Monday, June 9, 2014

Tarot readings

I've decided to get back into reading Tarot, at least over the summer, because I enjoy it and money is always a good thing to have.  Here's what I just wrote to put on a flyer for a local psychic fair:

I bought my first Tarot deck in Little Five Points at Crystal Blue in 1989, having learned with a deck that a friend gave me. Four years later, I started reading at Underground Atlanta. I have given readings and workshops all over the Southeast and beyond. I teach classes on traditional Tarot, meditation, using archetypes to create your own divination tools, and traditional Southern folk magic (sometimes called hoodoo, root work, or conjure). I do house blessings, cleansing, and problem-solving. With 20 years of experience and a broad range of interests, I incorporate old and new, East and West; I am conscious of world culture while staying rooted in traditional Southern folk ways. I still use the same Tarot deck I bought in 1989, and I find the learning process never ends.

E-mail me at tarotintheatl at gmail dot com to schedule a reading.  You can also follow me on Twitter @AtlantaTarot to find out where I'll be hanging out.

Reading length

Wednesday, June 4, 2014

All writers should go to New Orleans

Screw New York; it's too expensive, getting more so by the minute, and it's cold.  I know that's where all the agents and publishers are; they need to see the error of their ways and move to the French Quarter. Don't they know that writers are poor?  They certainly ought to, considering.

No doubt some smartass will point out that the French Quarter is not exactly low-rent, either.  But as expensive as it is, it is not remotely in the same class as Manhattan, which is reaching the point where even being a multi-millionaire is simply not enough to live there. Besides, there's such a thing as actual value derived from qualities other than the price tag on your real estate, which New Orleans in general has in spades. And there are other neighborhoods that are actually affordable and relatively close by the French Quarter, which is not true of anywhere in New York that I have heard tell of.  The closest reasonable rent to anywhere in Manhattan is Vermont.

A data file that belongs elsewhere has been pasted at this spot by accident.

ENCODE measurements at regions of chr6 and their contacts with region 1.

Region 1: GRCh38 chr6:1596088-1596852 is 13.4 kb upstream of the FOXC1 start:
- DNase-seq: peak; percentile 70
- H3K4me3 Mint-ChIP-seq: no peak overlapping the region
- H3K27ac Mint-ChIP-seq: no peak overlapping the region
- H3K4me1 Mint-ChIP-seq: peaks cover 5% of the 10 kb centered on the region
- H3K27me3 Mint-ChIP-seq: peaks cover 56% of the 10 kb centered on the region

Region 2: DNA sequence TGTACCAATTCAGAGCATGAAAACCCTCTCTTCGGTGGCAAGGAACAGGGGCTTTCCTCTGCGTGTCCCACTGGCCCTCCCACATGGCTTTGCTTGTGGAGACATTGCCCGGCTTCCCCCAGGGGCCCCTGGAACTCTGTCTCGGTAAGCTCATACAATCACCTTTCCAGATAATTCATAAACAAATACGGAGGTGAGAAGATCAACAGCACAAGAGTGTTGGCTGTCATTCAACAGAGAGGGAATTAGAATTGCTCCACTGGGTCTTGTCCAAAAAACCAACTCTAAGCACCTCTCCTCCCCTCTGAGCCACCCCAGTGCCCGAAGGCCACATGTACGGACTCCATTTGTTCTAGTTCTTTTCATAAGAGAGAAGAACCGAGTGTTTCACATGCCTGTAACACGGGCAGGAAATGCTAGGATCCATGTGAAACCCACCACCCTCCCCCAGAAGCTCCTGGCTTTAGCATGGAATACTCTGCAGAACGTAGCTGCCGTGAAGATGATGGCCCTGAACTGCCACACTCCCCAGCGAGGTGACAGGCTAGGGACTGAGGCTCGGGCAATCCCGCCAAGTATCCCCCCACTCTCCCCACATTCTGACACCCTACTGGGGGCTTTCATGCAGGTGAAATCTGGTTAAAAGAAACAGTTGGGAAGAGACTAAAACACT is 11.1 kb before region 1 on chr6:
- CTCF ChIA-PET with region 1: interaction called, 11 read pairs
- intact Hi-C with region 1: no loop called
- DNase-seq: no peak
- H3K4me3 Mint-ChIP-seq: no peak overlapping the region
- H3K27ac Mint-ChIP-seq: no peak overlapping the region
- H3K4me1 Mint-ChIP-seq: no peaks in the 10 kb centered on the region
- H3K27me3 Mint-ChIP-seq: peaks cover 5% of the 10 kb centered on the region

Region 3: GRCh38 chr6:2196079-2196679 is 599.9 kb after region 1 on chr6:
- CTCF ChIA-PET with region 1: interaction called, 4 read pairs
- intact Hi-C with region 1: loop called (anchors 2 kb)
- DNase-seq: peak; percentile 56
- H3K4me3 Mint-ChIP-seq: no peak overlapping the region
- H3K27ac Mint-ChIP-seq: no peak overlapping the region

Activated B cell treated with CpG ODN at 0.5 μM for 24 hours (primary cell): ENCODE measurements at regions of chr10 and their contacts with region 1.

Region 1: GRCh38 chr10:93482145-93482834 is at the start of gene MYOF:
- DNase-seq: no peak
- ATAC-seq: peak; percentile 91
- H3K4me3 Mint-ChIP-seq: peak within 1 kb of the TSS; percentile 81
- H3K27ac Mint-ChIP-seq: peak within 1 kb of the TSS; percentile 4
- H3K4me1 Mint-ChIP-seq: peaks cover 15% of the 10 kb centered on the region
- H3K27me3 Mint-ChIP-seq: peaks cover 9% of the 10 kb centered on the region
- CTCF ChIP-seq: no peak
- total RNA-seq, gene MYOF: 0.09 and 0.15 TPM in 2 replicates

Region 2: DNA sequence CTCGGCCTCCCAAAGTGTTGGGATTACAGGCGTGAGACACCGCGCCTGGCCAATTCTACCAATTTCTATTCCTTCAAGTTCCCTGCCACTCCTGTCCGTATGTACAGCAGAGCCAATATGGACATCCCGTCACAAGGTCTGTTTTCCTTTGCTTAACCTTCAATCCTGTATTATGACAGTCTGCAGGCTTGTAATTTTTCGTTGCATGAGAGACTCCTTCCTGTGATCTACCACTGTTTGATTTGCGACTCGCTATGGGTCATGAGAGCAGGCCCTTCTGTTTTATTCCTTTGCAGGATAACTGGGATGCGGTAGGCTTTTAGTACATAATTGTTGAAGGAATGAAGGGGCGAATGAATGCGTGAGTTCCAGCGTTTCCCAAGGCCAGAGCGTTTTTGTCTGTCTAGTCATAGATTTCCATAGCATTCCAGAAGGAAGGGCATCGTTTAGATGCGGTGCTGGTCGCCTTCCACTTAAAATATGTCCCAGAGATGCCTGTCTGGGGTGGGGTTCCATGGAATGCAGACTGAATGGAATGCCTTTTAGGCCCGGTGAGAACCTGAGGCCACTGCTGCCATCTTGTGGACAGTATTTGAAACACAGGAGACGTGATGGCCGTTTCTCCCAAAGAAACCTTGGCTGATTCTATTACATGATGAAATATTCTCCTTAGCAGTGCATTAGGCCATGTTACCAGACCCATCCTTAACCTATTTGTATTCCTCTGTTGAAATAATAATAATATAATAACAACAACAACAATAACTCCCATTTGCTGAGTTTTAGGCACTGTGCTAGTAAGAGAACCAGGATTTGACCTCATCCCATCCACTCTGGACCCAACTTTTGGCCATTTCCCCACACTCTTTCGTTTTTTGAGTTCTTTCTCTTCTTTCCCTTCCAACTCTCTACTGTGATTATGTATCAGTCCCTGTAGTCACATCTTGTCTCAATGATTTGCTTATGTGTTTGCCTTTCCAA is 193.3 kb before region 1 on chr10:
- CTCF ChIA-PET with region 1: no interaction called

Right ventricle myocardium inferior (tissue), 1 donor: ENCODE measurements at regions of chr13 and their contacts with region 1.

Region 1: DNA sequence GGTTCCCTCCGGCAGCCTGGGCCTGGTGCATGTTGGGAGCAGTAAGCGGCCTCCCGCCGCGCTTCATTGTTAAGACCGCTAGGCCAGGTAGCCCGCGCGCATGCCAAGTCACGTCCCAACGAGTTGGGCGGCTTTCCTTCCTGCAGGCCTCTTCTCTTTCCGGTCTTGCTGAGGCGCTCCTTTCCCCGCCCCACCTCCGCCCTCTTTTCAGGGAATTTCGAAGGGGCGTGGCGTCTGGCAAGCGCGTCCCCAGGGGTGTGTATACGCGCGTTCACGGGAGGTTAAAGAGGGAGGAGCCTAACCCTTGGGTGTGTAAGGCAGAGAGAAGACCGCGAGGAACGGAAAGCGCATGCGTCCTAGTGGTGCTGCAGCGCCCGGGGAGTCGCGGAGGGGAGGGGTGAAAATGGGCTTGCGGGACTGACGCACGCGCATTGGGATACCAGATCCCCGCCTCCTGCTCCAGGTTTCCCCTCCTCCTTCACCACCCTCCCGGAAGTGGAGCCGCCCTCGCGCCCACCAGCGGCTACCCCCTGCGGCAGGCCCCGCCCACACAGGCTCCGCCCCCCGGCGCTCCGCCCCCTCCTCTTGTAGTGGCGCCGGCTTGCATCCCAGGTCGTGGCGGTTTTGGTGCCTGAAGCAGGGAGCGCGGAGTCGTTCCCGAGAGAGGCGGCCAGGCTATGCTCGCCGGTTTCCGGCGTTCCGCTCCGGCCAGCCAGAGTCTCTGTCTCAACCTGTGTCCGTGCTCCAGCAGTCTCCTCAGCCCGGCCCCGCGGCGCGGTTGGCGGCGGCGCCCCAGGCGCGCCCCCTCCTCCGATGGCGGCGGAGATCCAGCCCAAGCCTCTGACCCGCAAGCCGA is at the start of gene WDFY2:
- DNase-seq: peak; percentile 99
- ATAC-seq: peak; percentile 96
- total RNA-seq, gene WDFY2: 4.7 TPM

Look:  In New Orleans, you need never lack for material.  It is literally just out there walking around, tending bar, waiting tables, and chatting amiably with you on the street corner, big as life. People are interesting here.  They have character.  They have a lot of it. 

And they are very friendly.  As I was walking down the street towards my hotel (reputedly originally owned and run as a boarding house by Marie Laveau), some folks were sitting on their front stoop taking the air.  I said hello (because I too am from the South) and they asked me where I was visiting from and "what brings you to the Quarter?"  I explained about my writing project and they allowed as how "there's lots to write about here, that's for sure."  See?  They know.

Even the street hallooing is of a different character. I was greeted while walking along Burgundy with "Heyyyy pretty in pink!" but it did not perturb me.  It was neither vulgar nor threatening; it was rather delivered in tones as if the speaker felt that it would be nearly ungentlemanly to let a woman walk down the street without applause.  Another complete stranger winked at me.  This rarely happens in Atlanta.  People are very friendly in New Orleans...The street life is riotous and legendary, even when there isn't a festival going on. When there is, it's practically transcendent.